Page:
Chapter 8 - Diana Walker-Barnato
Woolf Barnato's daughter, Diana was a very famous aviator.
She was the only British woman on record to fly over the Channel into occupied Europe during the Second World War at the controls of an Mk IX Spitfire.
For her 21st birthday, her father and his mistress swept her off for dinner at the Ritz in Paris. The next morning her father opened the curtains of her windows to reveal a brand new Talbot-Darracq on the street below. "Happy birthday, darling," he said. Father and daughter went for a spin, but Barnato Walker, unfamiliar with the car's pre-selector gearbox, burned out the clutch climbing Montmartre.
"Father wasn't at all upset," she said. "He simply telephoned his friend, Ettore Bugatti, who had the car returned to the Ritz as good as new in the evening. That was Ettore, a charming man. I think I was rather spoiled." The Talbot-Darracq, however, was quickly replaced by a dove grey 4.25-litre Bentley.
She learnt to fly in 1938 and volunteered for service in September 1939, she delivered 260 unarmed Spitfires from factories to RAF airfields between 1942 and 1945. She was quietly proud of the fact that she managed to land each and every one, whatever the weather, without so much as a scratch.
In 1942, she fell in love with the Battle of Britain ace Wing Commander Humphrey Gilbert, who rather cunningly had removed the spark plugs of a Miles Magister she had been forced to land in foul weather at his base, RAF Debden in Essex. He, encouraged her - not altogether unwillingly - to stay for supper. Less than a month after their meeting, and engagement, Gilbert was dead.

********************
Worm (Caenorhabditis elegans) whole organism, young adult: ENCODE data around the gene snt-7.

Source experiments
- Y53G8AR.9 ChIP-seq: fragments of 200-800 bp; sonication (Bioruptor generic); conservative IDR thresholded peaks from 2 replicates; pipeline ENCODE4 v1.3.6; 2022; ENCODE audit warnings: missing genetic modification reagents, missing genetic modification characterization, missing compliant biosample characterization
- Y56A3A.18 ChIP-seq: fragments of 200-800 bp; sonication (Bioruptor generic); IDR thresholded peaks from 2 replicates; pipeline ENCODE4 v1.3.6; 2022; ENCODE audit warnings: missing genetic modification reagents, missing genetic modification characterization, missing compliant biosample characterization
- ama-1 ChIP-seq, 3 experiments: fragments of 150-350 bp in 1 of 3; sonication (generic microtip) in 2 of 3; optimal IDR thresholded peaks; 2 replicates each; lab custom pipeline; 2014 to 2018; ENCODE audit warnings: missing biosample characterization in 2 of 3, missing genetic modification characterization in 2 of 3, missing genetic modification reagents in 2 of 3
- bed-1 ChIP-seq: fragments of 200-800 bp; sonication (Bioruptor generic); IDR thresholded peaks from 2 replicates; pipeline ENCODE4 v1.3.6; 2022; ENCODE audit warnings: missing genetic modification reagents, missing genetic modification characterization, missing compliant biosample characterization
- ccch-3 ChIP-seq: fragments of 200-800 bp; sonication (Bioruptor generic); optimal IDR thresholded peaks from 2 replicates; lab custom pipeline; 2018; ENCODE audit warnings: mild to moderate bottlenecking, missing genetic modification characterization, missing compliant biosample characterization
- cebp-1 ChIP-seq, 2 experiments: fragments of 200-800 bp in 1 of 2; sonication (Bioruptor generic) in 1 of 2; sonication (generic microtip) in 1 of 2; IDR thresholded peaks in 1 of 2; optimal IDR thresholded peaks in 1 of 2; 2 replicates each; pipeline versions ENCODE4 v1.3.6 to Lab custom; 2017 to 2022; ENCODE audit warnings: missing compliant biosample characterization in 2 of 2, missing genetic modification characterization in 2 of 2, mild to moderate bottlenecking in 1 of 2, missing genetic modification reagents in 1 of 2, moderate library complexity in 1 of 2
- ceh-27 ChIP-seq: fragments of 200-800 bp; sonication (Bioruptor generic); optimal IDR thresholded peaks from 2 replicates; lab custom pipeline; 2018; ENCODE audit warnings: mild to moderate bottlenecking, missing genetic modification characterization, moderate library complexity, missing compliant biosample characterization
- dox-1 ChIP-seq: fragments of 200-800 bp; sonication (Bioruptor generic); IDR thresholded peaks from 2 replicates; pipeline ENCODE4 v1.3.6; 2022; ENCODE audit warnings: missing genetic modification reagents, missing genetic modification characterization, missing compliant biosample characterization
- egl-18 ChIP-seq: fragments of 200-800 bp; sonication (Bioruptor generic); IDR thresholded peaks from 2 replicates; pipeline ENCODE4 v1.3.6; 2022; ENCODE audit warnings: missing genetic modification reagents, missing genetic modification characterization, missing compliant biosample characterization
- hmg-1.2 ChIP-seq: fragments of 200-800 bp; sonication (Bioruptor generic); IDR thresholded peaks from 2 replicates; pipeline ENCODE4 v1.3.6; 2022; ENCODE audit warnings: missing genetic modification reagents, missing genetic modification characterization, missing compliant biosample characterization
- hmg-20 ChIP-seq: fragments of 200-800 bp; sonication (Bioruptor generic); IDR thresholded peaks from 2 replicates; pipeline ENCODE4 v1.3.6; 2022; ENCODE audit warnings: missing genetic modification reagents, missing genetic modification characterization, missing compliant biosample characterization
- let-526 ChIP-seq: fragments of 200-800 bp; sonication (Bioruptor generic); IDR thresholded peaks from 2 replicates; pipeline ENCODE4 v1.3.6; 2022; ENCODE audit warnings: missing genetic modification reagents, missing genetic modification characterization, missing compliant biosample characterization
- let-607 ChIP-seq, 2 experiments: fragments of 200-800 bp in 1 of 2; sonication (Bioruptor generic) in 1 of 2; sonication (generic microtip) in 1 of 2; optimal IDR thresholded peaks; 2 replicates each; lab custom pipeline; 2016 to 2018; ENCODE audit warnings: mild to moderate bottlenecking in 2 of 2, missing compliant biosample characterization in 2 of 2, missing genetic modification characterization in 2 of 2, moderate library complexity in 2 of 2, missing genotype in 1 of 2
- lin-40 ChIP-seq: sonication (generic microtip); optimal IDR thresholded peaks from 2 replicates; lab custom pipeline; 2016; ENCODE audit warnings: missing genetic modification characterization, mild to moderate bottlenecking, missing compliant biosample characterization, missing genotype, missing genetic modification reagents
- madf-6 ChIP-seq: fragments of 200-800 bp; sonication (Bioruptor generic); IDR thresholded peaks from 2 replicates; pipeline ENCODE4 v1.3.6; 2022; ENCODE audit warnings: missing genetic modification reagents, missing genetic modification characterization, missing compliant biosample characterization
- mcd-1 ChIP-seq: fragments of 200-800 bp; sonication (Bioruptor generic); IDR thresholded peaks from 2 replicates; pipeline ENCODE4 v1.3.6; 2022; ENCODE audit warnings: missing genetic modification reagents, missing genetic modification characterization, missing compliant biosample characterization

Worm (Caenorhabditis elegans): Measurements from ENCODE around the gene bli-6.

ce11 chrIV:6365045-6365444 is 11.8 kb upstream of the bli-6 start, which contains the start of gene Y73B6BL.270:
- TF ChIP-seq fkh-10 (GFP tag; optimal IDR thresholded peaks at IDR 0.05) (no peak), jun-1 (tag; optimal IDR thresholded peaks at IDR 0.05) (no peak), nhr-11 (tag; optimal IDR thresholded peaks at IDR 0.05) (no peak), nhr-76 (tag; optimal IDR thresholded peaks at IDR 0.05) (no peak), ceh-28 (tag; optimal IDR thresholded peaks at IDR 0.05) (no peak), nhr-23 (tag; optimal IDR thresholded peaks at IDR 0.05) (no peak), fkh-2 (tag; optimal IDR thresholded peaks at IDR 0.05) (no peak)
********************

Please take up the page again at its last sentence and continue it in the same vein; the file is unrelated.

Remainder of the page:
In 1944 she married Wing Commander Derek Walker. They flew together in a pair of Mk IX Spitfires on a honeymoon trip to Brussels and back, although officially, the purpose was reconnaissance. Walker died in a flying accident in November 1945.
She enjoyed a 30-year relationship with the American-born racing driver and Battle of Britain Hurricane pilot Whitney Straight, who went on to become chairman of the British Overseas Aircraft Corporation (BOAC). A son, Barney Barnato, was born in 1947, although Straight remained married to his wife until his death in 1979.
Her logbooks reveal that she also flew Gladiators, Beaufighters, Hurricanes, Mosquitoes and a Swordfish, a Walrus, an Avenger, Mustangs, Typhoons and Mitchell bombers. The Spitfire was her favourite.
On August 26 1963, Barnato Walker became the first British woman to break the sound barrier, taking an RAF Lightning jet XM996 from RAF Middleton St George, Co Durham, to Mach 1.65.
She last took the controls of a rare, twin-seat Spitfire trainer when she was 88 - "impolite not to," she said - and wore her trademark fleece-lined Afghan shepherd's leather jacket
She died aged 90 on her sheep farm in Sussex.